June 28, 2024
2 mins read

Global E-commerce Giants Compete for Chinese Sellers

A Growing Battlefield

Global e-commerce giants are intensifying their efforts to attract Chinese sellers to strengthen their foothold in the lucrative Chinese market. Recently, Amazon announced the launch of its “2024 Amazon Global Logistics Accelerator Program,” aimed at enhancing cross-border logistics services for Chinese sellers through improvements in logistics products, supply chain management, destination warehousing, and local team building. This move underscores Amazon’s ongoing commitment to fostering partnerships with Chinese sellers.

Similarly, other major e-commerce platforms like eBay have extended olive branches to Chinese sellers. This competitive landscape has seen Chinese sellers rapidly occupying significant positions across various global platforms. As of now, China boasts over 120,000 cross-border e-commerce entities. On Amazon’s U.S. site, Chinese sellers make up nearly 50% of top sellers, contributing to almost half of the third-party GMV.

The Dynamics of Cross-Border E-Commerce

The mutual benefits are clear: Chinese sellers seek new profit avenues, while e-commerce platforms leverage China’s vast and competitively priced product offerings to gain an edge. With China being the “world’s factory,” the synergy between Chinese sellers and global e-commerce platforms continues to break sales records. However, this symbiotic relationship has its challenges.

The competition among sellers is fierce, often leading to a race to the bottom in pricing. This “involution” has become a significant issue, with Chinese sellers undercutting each other to mutual detriment. Moreover, the relationship between platforms and sellers remains contentious, with platforms frequently imposing various fees and stringent penalties, leading to a zero-sum game.

Platforms Intensify Efforts to Attract Chinese Sellers

Global e-commerce platforms are ramping up efforts to attract Chinese sellers. In March, Walmart hosted its first seller summit in Shenzhen, featuring key executives and an official recruitment team to drive engagement. Walmart has introduced a Chinese-language seller platform and simplified the logistics integration process to accommodate Chinese sellers.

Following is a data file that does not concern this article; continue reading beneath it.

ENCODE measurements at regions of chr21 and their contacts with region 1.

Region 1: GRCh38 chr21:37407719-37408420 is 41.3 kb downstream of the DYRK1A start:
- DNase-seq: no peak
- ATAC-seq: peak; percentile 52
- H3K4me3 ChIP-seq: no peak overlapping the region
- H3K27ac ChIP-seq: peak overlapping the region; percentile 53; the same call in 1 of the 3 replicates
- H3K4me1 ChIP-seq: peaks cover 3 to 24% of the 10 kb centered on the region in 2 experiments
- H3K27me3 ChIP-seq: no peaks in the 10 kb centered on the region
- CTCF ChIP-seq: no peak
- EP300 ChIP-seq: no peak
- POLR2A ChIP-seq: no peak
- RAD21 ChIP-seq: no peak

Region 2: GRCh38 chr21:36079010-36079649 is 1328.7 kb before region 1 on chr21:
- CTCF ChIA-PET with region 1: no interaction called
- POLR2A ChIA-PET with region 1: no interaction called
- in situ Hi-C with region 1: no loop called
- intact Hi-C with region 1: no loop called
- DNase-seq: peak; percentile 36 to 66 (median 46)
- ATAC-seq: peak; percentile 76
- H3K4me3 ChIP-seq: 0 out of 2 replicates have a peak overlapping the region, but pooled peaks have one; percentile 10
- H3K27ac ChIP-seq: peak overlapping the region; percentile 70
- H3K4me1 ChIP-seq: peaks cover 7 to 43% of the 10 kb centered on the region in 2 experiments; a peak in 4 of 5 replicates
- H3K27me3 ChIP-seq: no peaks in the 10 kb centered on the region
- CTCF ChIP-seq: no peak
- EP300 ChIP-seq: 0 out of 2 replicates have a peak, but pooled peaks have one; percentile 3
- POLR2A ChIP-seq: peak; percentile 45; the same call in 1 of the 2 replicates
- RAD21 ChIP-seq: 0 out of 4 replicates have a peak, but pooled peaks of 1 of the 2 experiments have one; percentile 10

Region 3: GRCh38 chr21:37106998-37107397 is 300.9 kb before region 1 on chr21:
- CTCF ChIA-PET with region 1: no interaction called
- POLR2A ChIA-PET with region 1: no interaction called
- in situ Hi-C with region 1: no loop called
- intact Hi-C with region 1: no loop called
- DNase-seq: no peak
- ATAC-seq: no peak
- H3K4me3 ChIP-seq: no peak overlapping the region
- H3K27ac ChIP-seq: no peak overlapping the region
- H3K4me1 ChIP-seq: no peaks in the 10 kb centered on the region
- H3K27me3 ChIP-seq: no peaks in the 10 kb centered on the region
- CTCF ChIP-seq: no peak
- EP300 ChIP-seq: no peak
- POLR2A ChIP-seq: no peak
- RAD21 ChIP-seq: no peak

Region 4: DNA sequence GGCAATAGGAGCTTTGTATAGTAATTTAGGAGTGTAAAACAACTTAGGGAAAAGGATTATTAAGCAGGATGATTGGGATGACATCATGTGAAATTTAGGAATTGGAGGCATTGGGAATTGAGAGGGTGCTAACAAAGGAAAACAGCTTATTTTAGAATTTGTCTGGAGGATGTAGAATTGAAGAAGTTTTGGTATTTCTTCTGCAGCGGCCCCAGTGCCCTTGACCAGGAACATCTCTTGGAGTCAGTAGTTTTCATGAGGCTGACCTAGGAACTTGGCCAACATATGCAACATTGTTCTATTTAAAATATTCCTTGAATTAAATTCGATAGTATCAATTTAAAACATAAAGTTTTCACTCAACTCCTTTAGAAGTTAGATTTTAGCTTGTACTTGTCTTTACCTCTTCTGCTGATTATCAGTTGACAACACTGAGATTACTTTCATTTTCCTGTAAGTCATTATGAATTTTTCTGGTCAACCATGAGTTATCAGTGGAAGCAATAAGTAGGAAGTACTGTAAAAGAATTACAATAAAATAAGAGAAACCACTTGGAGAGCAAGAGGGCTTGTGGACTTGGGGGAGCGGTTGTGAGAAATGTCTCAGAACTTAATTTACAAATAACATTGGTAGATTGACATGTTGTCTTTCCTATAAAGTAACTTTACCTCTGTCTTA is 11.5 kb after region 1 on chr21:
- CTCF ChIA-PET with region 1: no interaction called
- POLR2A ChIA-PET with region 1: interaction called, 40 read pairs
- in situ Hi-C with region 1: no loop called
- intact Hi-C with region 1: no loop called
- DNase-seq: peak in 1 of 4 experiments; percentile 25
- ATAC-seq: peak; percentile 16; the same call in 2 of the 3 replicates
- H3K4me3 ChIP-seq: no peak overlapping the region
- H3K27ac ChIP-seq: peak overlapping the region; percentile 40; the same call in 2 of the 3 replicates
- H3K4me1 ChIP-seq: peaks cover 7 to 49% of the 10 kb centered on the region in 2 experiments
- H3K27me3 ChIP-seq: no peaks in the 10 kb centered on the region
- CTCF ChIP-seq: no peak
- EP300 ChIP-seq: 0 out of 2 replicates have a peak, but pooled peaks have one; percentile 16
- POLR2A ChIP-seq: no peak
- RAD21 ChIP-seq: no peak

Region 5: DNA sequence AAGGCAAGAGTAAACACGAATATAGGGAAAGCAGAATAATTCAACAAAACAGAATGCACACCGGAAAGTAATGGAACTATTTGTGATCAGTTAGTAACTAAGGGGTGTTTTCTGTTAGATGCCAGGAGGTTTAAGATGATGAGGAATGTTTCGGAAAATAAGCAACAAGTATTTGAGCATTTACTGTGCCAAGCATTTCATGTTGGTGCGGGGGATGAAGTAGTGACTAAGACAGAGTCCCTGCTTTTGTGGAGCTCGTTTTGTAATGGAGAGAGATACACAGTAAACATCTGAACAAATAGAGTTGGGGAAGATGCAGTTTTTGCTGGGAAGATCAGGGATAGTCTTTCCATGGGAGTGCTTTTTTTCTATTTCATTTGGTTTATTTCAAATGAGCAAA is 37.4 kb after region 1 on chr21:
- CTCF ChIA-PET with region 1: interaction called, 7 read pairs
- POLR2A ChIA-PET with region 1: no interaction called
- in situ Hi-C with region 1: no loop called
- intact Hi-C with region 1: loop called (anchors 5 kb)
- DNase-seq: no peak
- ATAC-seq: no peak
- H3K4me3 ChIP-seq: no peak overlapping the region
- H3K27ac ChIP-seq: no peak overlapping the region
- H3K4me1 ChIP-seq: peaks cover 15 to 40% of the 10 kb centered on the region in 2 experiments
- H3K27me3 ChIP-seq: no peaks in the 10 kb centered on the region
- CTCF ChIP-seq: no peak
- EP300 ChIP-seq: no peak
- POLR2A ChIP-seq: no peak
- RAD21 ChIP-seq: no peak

Polish e-commerce giant Allegro has also targeted Chinese sellers, offering free training, professional Chinese support, and a simplified onboarding process that allows sellers to upload documents in Chinese without translation.

These initiatives have yielded significant results. In April, three-quarters of new sellers on Walmart’s marketplace were from China, surpassing the 67% recorded in March. Similarly, the Russian e-commerce platform Ozon has seen a rapid increase in the number of Chinese sellers. In November 2022, Ozon opened its China headquarters in Shenzhen, aiming to recruit over 100,000 Chinese sellers by 2024, a goal it achieved by the end of 2023.

The Historical Context and Future Prospects

Amazon, the undisputed leader in cross-border e-commerce, owes much of its success to Chinese sellers. Many Chinese sellers began their global journey on eBay around 2010, benefiting from affordable logistics and lenient platform policies. Wish, another major player, focused on Chinese sellers from its inception in 2011, eventually comprising up to 94% of its user base.

Amazon’s “Marco Polo” initiative in 2015 marked a significant shift, as the company aggressively recruited Chinese sellers, translating its seller centre into Chinese and providing real-time customer support. This effort paid off, with thousands of Chinese sellers registering on Amazon daily from 2015 to 2016.

Today, Chinese sellers contribute significantly to Amazon’s GMV. In 2017, Chinese sellers accounted for $48 billion in GMV, 18% of Amazon’s total. By 2022, this figure had surged to $201 billion, representing 26% of Amazon’s total GMV. eCommerceDB predicts that by the end of 2023, Chinese sellers will generate $238 billion in GMV, accounting for 28% of Amazon’s total.

Navigating Challenges and Opportunities

The rise of Chinese sellers has not been without friction. Practices like “strategic losses,” where sellers initially price products deficient to boost rankings before gradually increasing prices, have led to intense competition and market saturation. This zero-sum game often results in mutual harm among sellers and the broader industry.

Despite these challenges, the demand for Chinese products remains high. As cross-border e-commerce continues to evolve, the focus is shifting towards brand-building and refined operations. Sellers increasingly recognize the need to balance cost-cutting with quality improvements to meet diverse consumer needs.


The journey of Chinese sellers in the global e-commerce landscape is a testament to their resilience and adaptability. As platforms and sellers navigate the complexities of this dynamic market, the emphasis on cooperation and sustainable practices will be crucial for long-term success.

What are your thoughts on the evolving relationship between Chinese sellers and global e-commerce platforms? Share your insights in the comments below!

Joe Zhang

Independent Consultant. 2X Founder and Contributor. Based in Shenzhen, China.

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Joe Zhang

Independent Consultant. 2X Founder and Contributor. Based in Shenzhen, China.


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